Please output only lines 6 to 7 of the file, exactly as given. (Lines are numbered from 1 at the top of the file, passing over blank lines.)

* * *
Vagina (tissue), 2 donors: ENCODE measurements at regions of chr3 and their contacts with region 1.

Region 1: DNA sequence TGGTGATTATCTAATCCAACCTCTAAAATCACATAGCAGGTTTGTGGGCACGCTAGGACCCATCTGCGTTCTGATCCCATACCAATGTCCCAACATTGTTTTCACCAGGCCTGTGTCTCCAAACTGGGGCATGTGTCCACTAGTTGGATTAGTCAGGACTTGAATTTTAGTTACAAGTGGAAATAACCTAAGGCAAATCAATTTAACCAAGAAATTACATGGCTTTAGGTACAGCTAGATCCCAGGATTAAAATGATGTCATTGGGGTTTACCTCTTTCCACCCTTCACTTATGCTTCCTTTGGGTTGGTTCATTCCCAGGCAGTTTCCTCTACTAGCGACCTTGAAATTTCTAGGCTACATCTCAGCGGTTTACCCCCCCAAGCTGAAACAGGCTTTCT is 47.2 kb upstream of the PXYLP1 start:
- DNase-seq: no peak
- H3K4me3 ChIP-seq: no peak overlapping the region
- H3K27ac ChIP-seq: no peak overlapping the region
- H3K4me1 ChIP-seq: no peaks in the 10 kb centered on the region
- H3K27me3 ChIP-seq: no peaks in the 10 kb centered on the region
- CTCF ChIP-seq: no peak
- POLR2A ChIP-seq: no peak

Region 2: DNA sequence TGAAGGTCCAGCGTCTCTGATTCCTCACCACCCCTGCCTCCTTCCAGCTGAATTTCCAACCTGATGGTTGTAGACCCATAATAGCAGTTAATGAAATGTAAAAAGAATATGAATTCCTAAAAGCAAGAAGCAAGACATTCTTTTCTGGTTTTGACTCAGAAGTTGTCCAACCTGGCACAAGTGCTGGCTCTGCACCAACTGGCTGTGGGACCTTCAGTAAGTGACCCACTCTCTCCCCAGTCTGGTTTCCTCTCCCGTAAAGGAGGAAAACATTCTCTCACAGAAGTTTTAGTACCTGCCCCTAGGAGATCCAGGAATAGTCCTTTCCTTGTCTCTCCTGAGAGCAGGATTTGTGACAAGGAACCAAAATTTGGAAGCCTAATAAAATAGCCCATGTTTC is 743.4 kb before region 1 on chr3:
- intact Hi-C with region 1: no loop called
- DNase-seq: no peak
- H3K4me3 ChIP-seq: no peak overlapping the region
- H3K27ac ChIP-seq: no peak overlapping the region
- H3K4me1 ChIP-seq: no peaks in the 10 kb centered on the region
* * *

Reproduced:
- H3K4me1 ChIP-seq: no peaks in the 10 kb centered on the region
- H3K27me3 ChIP-seq: no peaks in the 10 kb centered on the region